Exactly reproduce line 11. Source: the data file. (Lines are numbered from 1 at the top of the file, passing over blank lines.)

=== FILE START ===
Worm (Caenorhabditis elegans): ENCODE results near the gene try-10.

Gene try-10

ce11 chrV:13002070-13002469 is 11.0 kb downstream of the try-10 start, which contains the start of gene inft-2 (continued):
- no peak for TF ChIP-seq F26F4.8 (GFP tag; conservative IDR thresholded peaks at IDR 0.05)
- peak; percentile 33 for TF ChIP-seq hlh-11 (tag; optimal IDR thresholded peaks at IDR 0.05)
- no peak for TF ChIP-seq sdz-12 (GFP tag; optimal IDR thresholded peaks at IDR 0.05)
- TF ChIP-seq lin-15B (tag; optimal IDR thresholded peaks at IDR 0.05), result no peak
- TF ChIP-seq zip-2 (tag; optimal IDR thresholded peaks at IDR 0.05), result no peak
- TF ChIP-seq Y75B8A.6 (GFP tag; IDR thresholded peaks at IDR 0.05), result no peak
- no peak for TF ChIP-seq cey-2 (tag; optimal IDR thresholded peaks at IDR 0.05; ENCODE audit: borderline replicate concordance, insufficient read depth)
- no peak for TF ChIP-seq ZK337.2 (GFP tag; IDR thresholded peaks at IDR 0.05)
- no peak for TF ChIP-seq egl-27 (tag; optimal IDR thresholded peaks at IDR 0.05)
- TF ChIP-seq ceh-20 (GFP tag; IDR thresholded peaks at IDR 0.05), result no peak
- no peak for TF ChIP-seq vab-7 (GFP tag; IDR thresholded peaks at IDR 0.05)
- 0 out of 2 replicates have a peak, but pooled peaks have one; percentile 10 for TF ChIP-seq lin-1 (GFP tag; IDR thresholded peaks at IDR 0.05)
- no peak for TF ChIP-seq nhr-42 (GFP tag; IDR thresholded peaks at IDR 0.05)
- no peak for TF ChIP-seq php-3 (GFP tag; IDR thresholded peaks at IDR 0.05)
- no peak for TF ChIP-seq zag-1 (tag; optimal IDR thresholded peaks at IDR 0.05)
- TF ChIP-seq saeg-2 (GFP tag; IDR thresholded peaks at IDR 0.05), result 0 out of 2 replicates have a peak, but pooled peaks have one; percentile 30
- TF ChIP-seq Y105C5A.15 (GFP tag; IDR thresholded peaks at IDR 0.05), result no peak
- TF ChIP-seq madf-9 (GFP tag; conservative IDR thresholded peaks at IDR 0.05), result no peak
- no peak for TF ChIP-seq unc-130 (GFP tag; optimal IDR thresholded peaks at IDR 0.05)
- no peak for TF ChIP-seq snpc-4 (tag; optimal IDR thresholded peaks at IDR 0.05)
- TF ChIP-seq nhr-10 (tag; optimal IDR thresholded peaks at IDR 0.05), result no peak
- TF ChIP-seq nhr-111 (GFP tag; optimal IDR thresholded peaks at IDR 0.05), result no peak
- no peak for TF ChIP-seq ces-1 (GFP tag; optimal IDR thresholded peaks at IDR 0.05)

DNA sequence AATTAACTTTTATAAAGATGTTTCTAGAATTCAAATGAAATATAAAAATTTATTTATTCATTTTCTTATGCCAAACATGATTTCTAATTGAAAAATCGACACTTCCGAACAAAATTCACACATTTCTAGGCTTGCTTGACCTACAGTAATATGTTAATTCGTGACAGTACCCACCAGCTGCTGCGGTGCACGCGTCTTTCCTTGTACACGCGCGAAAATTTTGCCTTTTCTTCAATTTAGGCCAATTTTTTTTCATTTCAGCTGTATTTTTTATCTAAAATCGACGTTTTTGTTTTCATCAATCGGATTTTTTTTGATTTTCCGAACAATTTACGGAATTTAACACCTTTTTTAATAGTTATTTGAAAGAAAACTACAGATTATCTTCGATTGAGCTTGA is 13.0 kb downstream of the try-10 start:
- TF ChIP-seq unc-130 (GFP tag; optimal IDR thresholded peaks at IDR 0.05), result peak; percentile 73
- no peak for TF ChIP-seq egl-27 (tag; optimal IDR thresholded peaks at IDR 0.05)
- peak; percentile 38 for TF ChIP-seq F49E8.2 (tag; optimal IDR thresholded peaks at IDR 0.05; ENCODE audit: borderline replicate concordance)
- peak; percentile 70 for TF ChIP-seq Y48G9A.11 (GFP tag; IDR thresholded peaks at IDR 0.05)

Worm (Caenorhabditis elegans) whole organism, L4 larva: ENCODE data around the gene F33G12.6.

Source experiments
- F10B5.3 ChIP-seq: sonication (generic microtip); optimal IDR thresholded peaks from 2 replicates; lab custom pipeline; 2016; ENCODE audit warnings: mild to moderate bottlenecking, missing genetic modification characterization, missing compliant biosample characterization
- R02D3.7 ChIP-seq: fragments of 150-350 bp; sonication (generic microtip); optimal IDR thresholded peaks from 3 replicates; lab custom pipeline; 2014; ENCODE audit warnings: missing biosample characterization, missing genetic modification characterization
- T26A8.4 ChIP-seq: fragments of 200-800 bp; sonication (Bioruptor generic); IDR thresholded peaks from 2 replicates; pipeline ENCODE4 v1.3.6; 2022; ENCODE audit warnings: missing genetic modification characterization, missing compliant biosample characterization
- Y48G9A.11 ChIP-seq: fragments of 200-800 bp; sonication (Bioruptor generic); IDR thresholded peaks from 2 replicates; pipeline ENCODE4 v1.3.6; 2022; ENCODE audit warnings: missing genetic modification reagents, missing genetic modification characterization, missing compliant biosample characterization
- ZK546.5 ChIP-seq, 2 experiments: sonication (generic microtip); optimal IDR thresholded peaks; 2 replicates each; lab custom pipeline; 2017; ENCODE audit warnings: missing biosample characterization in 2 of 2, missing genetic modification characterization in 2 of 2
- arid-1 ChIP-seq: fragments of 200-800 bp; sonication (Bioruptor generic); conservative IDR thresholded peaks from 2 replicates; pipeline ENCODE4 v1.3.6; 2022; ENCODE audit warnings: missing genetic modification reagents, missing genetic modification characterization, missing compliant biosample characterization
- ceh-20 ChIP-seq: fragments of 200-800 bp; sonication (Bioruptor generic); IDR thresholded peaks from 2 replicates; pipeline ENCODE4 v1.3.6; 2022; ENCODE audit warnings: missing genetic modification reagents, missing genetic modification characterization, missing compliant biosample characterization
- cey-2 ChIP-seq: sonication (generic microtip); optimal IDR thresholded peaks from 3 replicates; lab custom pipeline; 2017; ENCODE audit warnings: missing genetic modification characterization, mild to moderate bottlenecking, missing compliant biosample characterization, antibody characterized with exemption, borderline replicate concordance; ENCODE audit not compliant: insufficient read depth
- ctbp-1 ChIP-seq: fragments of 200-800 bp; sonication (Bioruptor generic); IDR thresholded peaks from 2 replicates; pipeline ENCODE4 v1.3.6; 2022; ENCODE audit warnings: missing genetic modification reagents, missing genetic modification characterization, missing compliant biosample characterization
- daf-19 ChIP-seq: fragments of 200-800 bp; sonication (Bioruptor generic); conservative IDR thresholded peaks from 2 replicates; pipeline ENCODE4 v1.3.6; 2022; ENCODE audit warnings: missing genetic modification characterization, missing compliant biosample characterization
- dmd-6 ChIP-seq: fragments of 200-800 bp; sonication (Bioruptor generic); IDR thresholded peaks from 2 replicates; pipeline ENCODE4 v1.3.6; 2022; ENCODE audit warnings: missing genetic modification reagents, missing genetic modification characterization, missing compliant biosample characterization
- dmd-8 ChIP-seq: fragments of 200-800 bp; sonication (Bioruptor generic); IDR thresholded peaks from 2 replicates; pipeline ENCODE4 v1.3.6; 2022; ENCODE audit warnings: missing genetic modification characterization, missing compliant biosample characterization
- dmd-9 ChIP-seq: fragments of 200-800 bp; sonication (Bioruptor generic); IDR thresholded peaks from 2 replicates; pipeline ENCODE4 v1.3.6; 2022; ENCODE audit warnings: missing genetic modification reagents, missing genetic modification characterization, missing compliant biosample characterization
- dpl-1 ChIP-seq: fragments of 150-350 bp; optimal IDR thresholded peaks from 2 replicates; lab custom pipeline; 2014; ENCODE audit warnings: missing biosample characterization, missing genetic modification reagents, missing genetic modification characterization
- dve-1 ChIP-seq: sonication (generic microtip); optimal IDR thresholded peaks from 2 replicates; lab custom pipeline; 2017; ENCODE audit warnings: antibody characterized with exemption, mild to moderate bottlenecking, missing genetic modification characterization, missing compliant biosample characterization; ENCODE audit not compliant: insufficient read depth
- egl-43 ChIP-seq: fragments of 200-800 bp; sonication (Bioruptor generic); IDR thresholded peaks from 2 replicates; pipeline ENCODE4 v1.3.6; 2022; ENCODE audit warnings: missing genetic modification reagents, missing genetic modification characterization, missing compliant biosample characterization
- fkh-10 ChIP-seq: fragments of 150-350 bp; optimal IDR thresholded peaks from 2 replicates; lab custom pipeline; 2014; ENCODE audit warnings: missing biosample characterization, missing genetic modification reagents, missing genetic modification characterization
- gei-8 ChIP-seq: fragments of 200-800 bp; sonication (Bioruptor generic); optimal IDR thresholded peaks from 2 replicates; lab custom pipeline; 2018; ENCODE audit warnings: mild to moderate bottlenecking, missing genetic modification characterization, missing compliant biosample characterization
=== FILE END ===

- no peak for TF ChIP-seq ZK337.2 (GFP tag; IDR thresholded peaks at IDR 0.05)